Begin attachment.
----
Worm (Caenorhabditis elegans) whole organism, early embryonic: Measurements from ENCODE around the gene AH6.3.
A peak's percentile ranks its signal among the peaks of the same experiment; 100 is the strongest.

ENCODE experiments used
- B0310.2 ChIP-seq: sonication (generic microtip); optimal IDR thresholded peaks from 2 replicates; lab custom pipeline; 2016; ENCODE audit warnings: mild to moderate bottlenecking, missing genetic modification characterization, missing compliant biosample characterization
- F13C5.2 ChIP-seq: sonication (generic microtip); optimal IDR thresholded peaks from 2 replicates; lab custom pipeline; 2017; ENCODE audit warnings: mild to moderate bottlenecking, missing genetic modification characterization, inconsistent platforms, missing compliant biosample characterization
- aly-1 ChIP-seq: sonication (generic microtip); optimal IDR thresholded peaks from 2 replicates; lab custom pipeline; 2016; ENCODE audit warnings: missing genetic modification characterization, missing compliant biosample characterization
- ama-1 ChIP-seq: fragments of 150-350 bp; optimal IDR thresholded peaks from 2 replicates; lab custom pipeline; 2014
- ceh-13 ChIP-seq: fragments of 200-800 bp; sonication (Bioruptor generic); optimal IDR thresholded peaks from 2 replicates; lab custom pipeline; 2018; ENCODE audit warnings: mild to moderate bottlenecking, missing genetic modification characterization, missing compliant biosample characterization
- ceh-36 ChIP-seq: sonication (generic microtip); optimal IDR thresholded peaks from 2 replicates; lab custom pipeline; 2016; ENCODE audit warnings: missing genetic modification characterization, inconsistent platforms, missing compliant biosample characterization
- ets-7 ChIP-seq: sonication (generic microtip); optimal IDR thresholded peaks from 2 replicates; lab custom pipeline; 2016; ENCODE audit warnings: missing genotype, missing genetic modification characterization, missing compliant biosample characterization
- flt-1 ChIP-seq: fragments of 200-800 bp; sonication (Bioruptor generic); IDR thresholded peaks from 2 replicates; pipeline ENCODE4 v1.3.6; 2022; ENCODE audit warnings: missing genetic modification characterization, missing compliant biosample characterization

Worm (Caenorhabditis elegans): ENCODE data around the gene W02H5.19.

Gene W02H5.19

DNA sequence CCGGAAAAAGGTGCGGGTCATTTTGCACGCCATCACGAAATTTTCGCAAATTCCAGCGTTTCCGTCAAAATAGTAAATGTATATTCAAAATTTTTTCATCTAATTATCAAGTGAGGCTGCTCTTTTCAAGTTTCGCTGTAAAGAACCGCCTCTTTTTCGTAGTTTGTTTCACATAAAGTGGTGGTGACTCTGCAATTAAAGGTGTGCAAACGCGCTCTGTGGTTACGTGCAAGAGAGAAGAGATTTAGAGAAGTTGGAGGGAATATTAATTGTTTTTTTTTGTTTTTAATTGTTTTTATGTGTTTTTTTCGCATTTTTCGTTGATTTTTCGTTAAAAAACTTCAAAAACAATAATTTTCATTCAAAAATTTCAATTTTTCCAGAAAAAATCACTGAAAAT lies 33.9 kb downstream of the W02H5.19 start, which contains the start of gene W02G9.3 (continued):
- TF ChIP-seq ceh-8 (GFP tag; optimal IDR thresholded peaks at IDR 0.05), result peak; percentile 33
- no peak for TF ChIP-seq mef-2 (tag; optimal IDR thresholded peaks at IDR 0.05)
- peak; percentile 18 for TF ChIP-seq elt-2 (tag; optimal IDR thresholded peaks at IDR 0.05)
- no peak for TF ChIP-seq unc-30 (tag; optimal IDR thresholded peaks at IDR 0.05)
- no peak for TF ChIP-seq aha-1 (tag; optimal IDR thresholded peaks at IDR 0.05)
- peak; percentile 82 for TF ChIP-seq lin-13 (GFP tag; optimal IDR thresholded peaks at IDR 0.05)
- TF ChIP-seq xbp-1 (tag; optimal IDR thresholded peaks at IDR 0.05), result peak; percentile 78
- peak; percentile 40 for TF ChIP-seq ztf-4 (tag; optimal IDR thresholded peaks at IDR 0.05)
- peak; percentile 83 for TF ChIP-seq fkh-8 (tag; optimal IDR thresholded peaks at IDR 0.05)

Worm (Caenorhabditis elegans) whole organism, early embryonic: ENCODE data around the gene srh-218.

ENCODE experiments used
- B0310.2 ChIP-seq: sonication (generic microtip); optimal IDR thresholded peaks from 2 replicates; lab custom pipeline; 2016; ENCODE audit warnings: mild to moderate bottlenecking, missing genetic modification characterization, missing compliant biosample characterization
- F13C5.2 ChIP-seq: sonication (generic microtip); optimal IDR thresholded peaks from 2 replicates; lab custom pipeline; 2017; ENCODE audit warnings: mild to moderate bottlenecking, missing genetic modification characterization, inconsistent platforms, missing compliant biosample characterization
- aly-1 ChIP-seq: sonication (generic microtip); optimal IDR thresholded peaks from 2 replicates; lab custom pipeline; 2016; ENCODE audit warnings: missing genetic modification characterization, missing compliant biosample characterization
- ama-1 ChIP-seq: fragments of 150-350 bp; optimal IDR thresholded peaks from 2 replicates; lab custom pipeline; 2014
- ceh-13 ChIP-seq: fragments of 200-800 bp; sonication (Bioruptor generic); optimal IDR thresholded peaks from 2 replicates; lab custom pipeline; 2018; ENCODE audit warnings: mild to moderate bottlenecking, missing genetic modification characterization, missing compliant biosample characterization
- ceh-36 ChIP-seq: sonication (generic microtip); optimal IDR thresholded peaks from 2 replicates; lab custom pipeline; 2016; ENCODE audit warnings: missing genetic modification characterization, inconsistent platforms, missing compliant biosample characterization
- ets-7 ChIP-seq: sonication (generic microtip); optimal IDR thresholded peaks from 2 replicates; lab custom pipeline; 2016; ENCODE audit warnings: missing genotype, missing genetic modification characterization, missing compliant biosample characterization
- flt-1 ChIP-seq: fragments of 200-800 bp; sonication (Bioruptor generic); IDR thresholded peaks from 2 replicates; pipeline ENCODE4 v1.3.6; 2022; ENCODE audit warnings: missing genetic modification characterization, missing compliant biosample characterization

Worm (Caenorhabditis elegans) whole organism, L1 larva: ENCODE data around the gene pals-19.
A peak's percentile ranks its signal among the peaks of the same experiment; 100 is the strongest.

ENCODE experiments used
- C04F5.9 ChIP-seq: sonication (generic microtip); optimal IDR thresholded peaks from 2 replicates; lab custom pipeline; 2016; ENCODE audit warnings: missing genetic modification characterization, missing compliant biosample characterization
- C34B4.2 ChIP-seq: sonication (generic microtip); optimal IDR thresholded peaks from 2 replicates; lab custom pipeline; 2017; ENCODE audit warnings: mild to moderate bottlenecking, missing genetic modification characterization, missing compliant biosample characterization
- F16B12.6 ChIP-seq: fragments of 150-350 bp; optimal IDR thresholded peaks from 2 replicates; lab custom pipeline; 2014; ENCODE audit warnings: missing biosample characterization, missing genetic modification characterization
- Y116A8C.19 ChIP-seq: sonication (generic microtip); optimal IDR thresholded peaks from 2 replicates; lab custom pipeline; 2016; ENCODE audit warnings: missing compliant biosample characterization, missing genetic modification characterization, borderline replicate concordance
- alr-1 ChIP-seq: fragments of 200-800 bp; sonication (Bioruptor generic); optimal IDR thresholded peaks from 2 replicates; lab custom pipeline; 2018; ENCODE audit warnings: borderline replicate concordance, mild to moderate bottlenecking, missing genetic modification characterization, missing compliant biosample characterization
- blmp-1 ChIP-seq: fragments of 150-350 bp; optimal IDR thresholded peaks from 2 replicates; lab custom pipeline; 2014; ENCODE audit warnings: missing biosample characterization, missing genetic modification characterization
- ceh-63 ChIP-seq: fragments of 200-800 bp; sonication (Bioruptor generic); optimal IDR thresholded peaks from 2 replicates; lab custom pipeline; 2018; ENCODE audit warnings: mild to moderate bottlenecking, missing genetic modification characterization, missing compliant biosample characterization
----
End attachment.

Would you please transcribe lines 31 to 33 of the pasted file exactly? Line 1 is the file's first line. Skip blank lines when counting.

- ceh-36 ChIP-seq: sonication (generic microtip); optimal IDR thresholded peaks from 2 replicates; lab custom pipeline; 2016; ENCODE audit warnings: missing genetic modification characterization, inconsistent platforms, missing compliant biosample characterization
- ets-7 ChIP-seq: sonication (generic microtip); optimal IDR thresholded peaks from 2 replicates; lab custom pipeline; 2016; ENCODE audit warnings: missing genotype, missing genetic modification characterization, missing compliant biosample characterization
- flt-1 ChIP-seq: fragments of 200-800 bp; sonication (Bioruptor generic); IDR thresholded peaks from 2 replicates; pipeline ENCODE4 v1.3.6; 2022; ENCODE audit warnings: missing genetic modification characterization, missing compliant biosample characterization